Questions tagged [nuclear-physics]

Nuclear physics is the study of the composition, behavior and interaction of atomic nuclei and their constituent parts.

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37
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3answers
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Why is the (free) neutron lifetime so long?

A neutron outside the nucleus lives for about 15 minutes and decays mainly through weak decays (beta decay). Many other weakly decaying particles decay with lifetimes between $10^{-10}$ and $10^{-12}$ ...
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Origin of elements heavier than Iron (Fe)

In all the discussions about how the heavy elements in the universe are forged in the guts of stars and especially during a stars death, I usually hear that once the star begins fusing lighter atoms ...
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Can Jupiter be ignited?

Our solar system itself contains two candidate "Earths" One is Jupiter's moon Europa and another is Saturn's moon Titan. Both of them have the problem of having at low temperature as Sun's heat ...
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How does rest mass become energy?

I know that there's a difference between relativistic and rest mass. Relativistic mass is "acquired" when an object is moving at speeds comparable to the speed of light. Rest mass is the inherent mass ...
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Conversion of mass to energy in chemical/nuclear reactions

Is mass converted into energy in exothermic chemical/nuclear reactions? My (A Level) knowledge of chemistry suggests that this isn't the case. In a simple burning reaction, e.g. $$\mathrm{C + O_2 \...
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What are good examples to demonstrate Einstein's mass-energy relation [duplicate]

According to Einstein's mass-energy relation mass and energy are interchangeable. Can you provide some examples where: Mass gets converted into energy. Energy gets converted into mass.
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What stabilizes neutrons against beta decay in a neutron star?

Free neutrons are known to undergo beta decay with a half-life of slightly above 10 minutes. Binding with other nucleons stabilizes the neutrons in an atomic nucleus, but only if the fraction of ...
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Protons' repulsion within a nucleus

Do the protons inside the nucleus repel each other by the electrostatic force? If they do, why doesn't the repulsion drive the protons apart so that the nuclei get disintegrated?
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What makes the number of neutrons the number of proton similar?

In basic chemistry, we are taught that an atom has roughly the same number of neutrons and number of protons, this doesn't seems to hold for larger atoms, but it is always roughly proportional (i.e. ...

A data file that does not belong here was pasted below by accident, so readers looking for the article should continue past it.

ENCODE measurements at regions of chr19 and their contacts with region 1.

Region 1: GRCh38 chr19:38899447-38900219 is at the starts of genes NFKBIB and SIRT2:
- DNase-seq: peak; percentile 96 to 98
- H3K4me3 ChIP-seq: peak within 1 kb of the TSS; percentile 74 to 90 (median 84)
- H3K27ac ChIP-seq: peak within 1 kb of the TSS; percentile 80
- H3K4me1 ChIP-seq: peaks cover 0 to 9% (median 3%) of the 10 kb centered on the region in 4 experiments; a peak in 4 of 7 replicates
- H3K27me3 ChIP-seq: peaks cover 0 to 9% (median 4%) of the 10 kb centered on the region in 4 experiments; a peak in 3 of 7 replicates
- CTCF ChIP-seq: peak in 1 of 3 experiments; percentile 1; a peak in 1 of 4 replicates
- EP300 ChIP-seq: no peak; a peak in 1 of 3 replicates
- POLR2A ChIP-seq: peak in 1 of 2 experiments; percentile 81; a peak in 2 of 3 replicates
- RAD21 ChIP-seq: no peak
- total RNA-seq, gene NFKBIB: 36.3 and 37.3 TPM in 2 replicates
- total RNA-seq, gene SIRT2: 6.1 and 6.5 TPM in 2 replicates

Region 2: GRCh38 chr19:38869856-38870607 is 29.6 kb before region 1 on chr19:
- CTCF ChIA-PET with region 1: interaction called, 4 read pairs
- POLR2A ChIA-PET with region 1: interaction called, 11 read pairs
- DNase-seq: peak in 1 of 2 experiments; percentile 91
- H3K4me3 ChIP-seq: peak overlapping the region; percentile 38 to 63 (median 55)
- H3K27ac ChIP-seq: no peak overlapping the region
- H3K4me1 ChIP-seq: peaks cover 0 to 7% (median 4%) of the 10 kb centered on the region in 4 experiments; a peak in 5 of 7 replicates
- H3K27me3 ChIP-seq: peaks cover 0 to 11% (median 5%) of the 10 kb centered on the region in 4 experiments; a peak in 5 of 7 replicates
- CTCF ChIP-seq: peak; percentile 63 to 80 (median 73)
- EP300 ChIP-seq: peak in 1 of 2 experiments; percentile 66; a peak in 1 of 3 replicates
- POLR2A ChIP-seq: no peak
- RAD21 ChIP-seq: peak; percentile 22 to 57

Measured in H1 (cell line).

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References on the non-compositeness of the known elementary particles

What paper(s) or theory(s) describe or prove that the elementary particles that we have determined today cannot be made up of smaller more fundamental particles?
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Age of the Earth and the star that preceded the Sun

One of the great unheralded advances made in the history of science was the ability to determine the age of Earth based on the decay of isotopic uranium. Based on the apparent abundance of uranium in ...
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What is an intuitive picture of the motion of nucleons?

I understand the "motion" of electrons within an ordinary atom (say argon at room temperature and pressure). They are moving in "orbits" defined by quantum mechanical wavefunctions where the "orbits" ...
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How can the nucleus of an atom be in an excited state?

An example of the nucleus of an atom being in an excited state is the Hoyle State, which was a theory devised by the Astronomer Fred Hoyle to help describe the vast quantities of carbon-12 present in ...
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1answer
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Binding energy and mass

I’ve been told that a greater binding energy means the nucleus is more tightly bound, and therefore that decreases the mass of the nucleus with respect to its nucleons when separated. But why does a ...
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How do we know that some radioactive materials have a half life of millions or even billions of years?

If a radioactive material takes a very long time to decay, how is its half life measured or calculated? Do we have to actually observe the radioactive material for a very long time to extrapolate its ...
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Adding many more neutrons to a nucleus decreases stability?

If you take any large nucleus and add protons to it, the electrostatic repulsion between them will make the nucleus more unstable, because the electrostatic force between them is more repulsive at a ...
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Why doesn't the deuterium nucleus have spin 0?